Design a Presentation
This part of the website provides a quick guide for creating your own presentation from scratch, or improving an existing one, using the 10-step Extreme Presentation(tm) method. It is designed primarily for people who have already taken the Extreme Presentation workshop or read the book Advanced Presentations by Design. If you have done neither of these, we recommend that you at least read the book, but even if you don’t, you should still find useful guidance here.
Before you begin, you may wish to download a pdf file of the Extreme Presentation Method overview and print it out.
The Extreme Presentation method takes a marketing approach to presentation design: focusing on how to “sell” your ideas to your audience. The method consists of the five essential elements of an effective presentation and ten practical steps to put each of those elements into practice.
The circle in the center of the Extreme Presentation method diagram, with the word “impact” in it, indicates that the entire purpose of the method is to ensure that you have impact on your audience. Around that inner circle, the next ring contains the five essential elements of an effective presentation:
- Logic: we need to make sure that there is solid logic in our presentation and that our recommendations are robust;
- Rhetoric: we must tell an interesting story, in a compelling way. Logic is important, but of no use to you if everyone has tuned out because they are bored;
- Graphics: to make sure that you are using the most effective visual elements and overall layout;
- Politics: to apply effective influence in order to get your audience to take action; and
- Metrics: to be clear on what the specific objective is for the presentation, and how success will be measured.
There are two steps in each of the five elements, for a total of ten steps. These steps are:
- Audience: Identify the communication preferences of the different personality types
- Objectives: Set specific objectives for what you want your audience to think and do differently after your presentation
- Problem/Solution: Identify a problem your audience has that your presentation will contribute to solving
- Evidence: List all the information that you think you may need to include in your presentation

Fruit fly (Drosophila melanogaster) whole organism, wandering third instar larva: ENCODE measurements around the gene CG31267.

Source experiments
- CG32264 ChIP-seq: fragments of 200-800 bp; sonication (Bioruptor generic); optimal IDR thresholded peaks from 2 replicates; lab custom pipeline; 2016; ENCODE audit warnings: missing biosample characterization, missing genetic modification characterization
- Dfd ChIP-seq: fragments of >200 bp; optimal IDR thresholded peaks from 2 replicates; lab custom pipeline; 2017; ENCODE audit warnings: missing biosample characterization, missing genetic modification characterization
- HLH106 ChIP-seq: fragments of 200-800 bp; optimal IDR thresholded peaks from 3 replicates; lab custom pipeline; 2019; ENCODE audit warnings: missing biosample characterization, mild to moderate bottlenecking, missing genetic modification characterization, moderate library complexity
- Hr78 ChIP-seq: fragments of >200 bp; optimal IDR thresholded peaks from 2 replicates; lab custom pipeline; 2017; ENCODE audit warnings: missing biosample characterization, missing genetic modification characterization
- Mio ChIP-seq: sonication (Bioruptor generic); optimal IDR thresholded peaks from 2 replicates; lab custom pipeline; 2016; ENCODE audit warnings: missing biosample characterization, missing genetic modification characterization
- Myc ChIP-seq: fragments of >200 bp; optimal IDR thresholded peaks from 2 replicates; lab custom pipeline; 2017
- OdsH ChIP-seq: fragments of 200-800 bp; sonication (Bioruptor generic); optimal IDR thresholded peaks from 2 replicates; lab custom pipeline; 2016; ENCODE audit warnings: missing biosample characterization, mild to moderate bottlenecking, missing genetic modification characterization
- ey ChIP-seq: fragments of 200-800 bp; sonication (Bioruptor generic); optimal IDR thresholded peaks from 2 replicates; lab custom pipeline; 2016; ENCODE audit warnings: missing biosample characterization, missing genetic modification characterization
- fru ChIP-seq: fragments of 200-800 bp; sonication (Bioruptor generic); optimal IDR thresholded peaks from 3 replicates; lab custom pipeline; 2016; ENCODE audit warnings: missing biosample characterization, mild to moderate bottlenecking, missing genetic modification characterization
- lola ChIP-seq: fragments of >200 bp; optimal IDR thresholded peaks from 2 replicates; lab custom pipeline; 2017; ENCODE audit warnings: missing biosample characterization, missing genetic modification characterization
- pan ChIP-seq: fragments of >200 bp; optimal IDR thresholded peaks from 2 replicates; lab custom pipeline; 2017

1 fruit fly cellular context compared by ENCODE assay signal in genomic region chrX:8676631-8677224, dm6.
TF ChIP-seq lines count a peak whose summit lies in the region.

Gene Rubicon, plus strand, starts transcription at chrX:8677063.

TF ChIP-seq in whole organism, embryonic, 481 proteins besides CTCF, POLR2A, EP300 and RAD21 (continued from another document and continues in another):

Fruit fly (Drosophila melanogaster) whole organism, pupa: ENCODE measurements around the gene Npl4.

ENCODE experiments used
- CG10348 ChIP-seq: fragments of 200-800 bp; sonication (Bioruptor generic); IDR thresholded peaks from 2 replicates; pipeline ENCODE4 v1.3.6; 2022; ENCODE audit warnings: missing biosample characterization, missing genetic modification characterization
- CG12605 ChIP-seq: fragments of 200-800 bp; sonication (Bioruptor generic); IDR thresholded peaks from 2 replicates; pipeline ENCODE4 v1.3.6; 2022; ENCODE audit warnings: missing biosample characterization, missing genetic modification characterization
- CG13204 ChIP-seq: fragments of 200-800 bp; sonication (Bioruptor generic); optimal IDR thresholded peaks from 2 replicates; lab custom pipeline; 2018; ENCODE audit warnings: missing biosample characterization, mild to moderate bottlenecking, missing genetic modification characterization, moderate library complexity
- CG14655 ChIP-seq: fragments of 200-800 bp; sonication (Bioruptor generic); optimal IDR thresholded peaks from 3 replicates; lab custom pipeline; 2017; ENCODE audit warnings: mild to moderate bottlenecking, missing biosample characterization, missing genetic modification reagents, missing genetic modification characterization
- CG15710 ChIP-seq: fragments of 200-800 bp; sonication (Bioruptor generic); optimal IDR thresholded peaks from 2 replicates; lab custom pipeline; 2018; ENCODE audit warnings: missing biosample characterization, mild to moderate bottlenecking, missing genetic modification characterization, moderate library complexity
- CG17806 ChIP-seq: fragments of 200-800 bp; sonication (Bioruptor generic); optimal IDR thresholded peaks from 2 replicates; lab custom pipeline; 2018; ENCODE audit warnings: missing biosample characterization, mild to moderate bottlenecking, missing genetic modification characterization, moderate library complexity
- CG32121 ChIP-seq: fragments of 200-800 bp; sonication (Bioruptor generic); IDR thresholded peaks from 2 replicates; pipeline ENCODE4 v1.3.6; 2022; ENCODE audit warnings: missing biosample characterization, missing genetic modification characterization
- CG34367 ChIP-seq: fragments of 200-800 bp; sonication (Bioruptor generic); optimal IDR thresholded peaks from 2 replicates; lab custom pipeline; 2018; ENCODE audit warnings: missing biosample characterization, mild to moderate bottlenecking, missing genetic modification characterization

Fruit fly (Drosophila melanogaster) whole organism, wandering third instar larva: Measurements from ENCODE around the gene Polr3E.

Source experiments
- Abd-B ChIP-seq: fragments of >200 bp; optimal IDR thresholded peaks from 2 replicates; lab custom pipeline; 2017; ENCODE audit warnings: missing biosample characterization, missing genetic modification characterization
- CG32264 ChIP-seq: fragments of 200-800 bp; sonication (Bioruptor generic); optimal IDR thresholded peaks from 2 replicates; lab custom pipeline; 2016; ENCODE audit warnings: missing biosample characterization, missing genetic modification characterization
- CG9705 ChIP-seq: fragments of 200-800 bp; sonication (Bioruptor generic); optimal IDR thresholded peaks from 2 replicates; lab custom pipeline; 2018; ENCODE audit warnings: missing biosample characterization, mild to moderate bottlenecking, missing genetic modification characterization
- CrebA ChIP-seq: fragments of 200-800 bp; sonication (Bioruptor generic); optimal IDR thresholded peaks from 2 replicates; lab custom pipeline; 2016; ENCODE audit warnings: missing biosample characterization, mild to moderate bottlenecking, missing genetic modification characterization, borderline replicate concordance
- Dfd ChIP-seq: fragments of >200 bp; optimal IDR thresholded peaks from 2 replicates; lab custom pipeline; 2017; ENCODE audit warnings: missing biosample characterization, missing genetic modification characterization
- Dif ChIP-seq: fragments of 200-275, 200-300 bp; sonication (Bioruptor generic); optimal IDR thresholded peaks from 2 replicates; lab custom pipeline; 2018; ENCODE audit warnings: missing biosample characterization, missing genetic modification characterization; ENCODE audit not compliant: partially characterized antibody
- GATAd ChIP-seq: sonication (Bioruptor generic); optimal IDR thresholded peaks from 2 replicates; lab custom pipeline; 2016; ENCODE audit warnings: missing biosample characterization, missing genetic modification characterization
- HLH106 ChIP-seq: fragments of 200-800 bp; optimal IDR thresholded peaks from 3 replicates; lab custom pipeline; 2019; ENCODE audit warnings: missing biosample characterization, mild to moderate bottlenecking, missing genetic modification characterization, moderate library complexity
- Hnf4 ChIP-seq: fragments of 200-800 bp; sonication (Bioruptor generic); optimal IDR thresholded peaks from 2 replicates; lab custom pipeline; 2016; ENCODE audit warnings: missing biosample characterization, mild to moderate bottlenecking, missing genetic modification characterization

- Anecdotes: Identify brief anecdotes that highlight your most important points
- Sequencing: Sequence your information so that it tells a compelling story
- Graphics: Identify the most effective graphical elements to use in your presentation
- Layout: Create slides that communicate your information concisely and effectively
- Stakeholders: Identify any potential roadblocks to achieving your objectives, and make a plan to deal with each
- Measurement: Decide how you will measure the success of your presentation
One important thing to note about this method is that you will not draw any slides—in fact do not even launch PowerPoint—until step eight, 80% of the way through the process. Typically, when you want to create a presentation, you open PowerPoint and start creating slides. Slide one, slide two, … slide seventeen… what I am trying to say again? Am I making my point?
There are two problems with this approach. The first problem is that you can spend a lot of time creating slides that you do not end up using. You really do not have time to waste doing that. The second, and perhaps worse, problem is that you might end up including slides in your presentation that should not be there, because, “well, I spent three hours on that one, so I’m not going to delete it!”
PowerPoint may be a useful design tool, but it is not a good thinking tool. The Extreme Presentation method encourages you to do your thinking before you start creating any slides, so that once you start creating them, you don’t waste any time, and create only what you need.
To begin, go to step 1: Audience.